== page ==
> useful styles, for example to create a presentation. If not the case, 
> Carlito font could do the job.
>
> note: I think it should be consistency between the default font in LO 
> and the font used in the default templates in LibreOffice.
>
> Cheers
>

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Michael Stahl-2 Michael Stahl-2
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Re: New default fonts

On 14.02.2016 18:52, Milan Bouchet-Valat wrote:

> I'd like to mention Linux Libertine [1], which is already shipped with
> LO. It has the same metrics as the old Times New Roman, but with (IMHO)
> a much nicer look with a great care given to detail. It also contains a
> rich set of ligatures, small caps, as well as advanced
> Graphite/OpenType features (the Graphite version is packaged
> separately). It covers Latin, Greek, Cyrillic and Hebrew (the latter
> isn't covered by Carlito).
>
> It's companion Linux Biolinum is also a very high-quality sans serif
> font.

is there a version of these fonts that does not use Graphite features?

i'm afraid as long as there is no support for rendering Graphite fonts
on Mac OS X, it is not an appropriate default, as it's going to look
different on Mac.



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Phorious Phorious
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Re: New default fonts

In reply to this post by yphilips
Michael Stahl wrote:
> is there a version of these fonts that does not use Graphite features?

Yes, there's an opentype version. You can differentiate them because of the
last character at the name of the type: "Linux Libertine G" and "Linux
Libertine O" are graphite and opentype fonts, respectively.

Regards,

Francisco

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nalimilan nalimilan
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Re: New default fonts

In reply to this post by Michael Stahl-2
Le lundi 15 février 2016 à 12:04 +0100, Michael Stahl a écrit :

> On 14.02.2016 18:52, Milan Bouchet-Valat wrote:
> > I'd like to mention Linux Libertine [1], which is already shipped with
> > LO. It has the same metrics as the old Times New Roman, but with (IMHO)
> > a much nicer look with a great care given to detail. It also contains a
> > rich set of ligatures, small caps, as well as advanced
> > Graphite/OpenType features (the Graphite version is packaged
> > separately). It covers Latin, Greek, Cyrillic and Hebrew (the latter
> > isn't covered by Carlito).
> >
> > It's companion Linux Biolinum is also a very high-quality sans serif
> > font.
>
> is there a version of these fonts that does not use Graphite features?
>
> i'm afraid as long as there is no support for rendering Graphite fonts
> on Mac OS X, it is not an appropriate default, as it's going to look
> different on Mac.
Actually, the default version doesn't use Graphite at all. You need to
use a alternate set of files for that.


Regards

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Jan Holesovsky-4 Jan Holesovsky-4
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Re: New default fonts

In reply to this post by Phorious
Hi Francisco,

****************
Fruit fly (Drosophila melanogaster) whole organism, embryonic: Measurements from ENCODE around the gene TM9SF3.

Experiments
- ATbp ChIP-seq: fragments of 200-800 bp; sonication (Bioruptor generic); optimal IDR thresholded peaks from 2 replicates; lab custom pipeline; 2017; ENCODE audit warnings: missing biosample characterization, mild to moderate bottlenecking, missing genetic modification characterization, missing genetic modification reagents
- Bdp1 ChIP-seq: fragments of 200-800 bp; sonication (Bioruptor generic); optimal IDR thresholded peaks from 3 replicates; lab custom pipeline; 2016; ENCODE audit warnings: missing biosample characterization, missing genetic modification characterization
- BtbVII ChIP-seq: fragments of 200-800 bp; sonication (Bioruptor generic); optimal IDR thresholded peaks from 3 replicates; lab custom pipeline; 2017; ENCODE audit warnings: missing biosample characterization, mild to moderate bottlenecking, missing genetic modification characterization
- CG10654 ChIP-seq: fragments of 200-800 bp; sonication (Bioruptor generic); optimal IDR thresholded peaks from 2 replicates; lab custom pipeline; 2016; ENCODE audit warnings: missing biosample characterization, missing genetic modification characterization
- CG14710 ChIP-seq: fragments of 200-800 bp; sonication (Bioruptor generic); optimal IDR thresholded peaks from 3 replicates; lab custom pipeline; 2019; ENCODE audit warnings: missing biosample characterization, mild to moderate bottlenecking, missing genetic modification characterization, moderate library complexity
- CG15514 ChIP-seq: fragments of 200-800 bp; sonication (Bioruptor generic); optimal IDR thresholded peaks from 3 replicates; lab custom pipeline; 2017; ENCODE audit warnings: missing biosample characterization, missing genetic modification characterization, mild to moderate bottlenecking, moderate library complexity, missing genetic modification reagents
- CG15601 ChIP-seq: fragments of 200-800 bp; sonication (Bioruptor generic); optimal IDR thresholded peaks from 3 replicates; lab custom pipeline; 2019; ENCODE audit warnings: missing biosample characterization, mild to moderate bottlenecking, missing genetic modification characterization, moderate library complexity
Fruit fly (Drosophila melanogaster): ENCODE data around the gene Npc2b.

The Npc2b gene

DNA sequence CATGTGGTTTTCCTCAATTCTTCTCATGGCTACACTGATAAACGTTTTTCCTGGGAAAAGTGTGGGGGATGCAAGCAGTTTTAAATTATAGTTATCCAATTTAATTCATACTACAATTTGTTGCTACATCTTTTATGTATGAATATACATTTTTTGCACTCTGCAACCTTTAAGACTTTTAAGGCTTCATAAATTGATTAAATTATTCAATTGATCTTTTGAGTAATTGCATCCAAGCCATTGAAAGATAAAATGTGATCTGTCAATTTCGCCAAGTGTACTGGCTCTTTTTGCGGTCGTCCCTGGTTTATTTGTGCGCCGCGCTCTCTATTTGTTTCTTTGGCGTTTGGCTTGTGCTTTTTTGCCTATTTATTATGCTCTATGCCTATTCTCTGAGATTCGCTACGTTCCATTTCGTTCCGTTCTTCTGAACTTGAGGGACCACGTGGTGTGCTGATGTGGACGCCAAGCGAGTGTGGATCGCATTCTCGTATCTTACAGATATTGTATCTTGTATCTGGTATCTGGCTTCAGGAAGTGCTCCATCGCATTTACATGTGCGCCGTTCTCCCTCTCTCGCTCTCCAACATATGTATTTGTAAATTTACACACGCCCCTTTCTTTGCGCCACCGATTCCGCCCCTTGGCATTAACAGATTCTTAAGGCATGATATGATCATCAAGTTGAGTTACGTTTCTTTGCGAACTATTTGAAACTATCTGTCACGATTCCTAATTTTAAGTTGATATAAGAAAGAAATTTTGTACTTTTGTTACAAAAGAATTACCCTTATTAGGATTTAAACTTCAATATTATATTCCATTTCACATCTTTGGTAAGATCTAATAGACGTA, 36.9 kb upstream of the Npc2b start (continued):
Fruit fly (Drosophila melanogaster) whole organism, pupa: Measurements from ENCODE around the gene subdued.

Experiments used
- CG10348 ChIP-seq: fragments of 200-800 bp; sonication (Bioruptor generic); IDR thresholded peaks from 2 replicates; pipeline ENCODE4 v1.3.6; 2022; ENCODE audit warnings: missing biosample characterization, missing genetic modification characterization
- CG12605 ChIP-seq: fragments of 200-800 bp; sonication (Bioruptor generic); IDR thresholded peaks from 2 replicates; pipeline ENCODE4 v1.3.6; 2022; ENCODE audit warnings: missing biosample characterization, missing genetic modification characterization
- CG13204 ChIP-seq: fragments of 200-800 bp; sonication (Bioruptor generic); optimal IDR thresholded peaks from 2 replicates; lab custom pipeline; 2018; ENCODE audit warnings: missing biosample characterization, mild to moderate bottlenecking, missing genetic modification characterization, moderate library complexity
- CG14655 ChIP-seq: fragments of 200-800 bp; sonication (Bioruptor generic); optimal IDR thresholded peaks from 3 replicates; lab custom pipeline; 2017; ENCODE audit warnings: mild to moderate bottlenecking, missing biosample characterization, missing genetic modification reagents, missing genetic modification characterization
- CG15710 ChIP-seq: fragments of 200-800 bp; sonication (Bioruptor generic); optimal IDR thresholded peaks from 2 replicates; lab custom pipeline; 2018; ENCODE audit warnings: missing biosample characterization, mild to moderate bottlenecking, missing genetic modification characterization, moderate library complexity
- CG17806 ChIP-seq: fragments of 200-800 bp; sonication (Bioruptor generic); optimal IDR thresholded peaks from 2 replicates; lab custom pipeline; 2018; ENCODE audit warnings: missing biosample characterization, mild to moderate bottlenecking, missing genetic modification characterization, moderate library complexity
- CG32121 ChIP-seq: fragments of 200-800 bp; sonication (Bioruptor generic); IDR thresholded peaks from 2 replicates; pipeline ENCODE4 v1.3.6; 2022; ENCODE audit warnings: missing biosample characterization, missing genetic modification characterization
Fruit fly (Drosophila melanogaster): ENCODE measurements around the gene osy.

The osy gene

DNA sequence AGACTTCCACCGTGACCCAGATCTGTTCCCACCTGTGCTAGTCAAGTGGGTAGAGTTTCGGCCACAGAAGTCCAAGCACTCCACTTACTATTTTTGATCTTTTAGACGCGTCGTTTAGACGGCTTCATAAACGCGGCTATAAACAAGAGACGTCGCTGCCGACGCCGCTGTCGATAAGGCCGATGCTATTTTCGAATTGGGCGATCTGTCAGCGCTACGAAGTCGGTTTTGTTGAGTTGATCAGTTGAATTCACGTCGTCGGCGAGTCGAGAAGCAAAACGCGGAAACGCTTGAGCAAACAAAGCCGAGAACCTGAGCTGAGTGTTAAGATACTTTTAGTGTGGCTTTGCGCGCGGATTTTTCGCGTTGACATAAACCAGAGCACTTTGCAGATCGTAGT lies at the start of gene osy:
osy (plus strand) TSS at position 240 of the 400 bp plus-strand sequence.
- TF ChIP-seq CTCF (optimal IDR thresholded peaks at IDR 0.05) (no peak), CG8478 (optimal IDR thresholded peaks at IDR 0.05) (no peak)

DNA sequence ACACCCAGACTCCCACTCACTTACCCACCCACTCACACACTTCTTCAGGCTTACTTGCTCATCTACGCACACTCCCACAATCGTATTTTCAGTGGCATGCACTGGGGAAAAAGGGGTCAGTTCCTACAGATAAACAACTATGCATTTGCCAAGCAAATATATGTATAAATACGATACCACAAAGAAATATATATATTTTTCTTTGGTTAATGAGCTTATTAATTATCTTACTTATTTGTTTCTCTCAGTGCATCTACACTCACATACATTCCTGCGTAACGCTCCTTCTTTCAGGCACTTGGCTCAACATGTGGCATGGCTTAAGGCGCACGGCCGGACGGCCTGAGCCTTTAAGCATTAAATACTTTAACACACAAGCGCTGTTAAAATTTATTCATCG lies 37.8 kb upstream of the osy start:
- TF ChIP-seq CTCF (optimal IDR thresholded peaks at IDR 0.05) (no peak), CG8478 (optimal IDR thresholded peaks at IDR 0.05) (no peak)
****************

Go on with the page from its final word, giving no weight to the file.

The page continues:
Francisco Adrián Sánchez píše v Ne 14. 02. 2016 v 14:19 -0300:

> Please, reconsider the use of Carlito as a *default* font. It has serious
> design issues which came with the "modification" of the original font,
> Lato, from which Carlito takes its symbols.
>
> For example, Carlitos "eight" character is taller than the rest, making
> documents look weird:
>
> http://6g6.eu/sih0-carloto-vs-lato-3.png
>
> This is because the symbol it self is taller, and it isn't a hinting
> problem. This is a comparison of "O", "zero" and "eight" characters made
> with FontForge:
>
> http://6g6.eu/sih0-carloto-vs-lato-2.png
>
> On the other hand, I haven't found any flaw in Caladea's design. However,
> Caladea has a smaller symbol base than Cambria. Thus, we would be
> *discriminating* Greek and Cyrillic-writer people.
>
> Thus, unless Carlito's design is revised and corrected, and Caladea's
> symbol base is completed, IMHO those typefaces shouldn't be the _default_
> typefaces in LibreOffice documents.

These are good points; luckily these sound like fixable problems :-)

Can you please collect the problems more precisely - which exact
characters (or character ranges) are missing, what characters have
design problems, etc.

Also if you can double-check the metrics compatibility with the C* fonts
(like if the pair kerning is really the same etc.)  [I believe they
really are, but in case there are some corner cases, or anything.]

Based on that, I'd ask the TDF Board to consider a tender to fix such
Carlito and Caladea issues; I hope it might fit the 2016 UX budget.

Thank you for your help!

All the best,
Kendy


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krackedpress krackedpress
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Re: New default fonts

On 02/19/2016 01:21 PM, Jan Holesovsky wrote:

> Hi Francisco,
>
> Francisco Adrián Sánchez píše v Ne 14. 02. 2016 v 14:19 -0300:
>
>> Please, reconsider the use of Carlito as a *default* font. It has serious
>> design issues which came with the "modification" of the original font,
>> Lato, from which Carlito takes its symbols.
>>
>> For example, Carlitos "eight" character is taller than the rest, making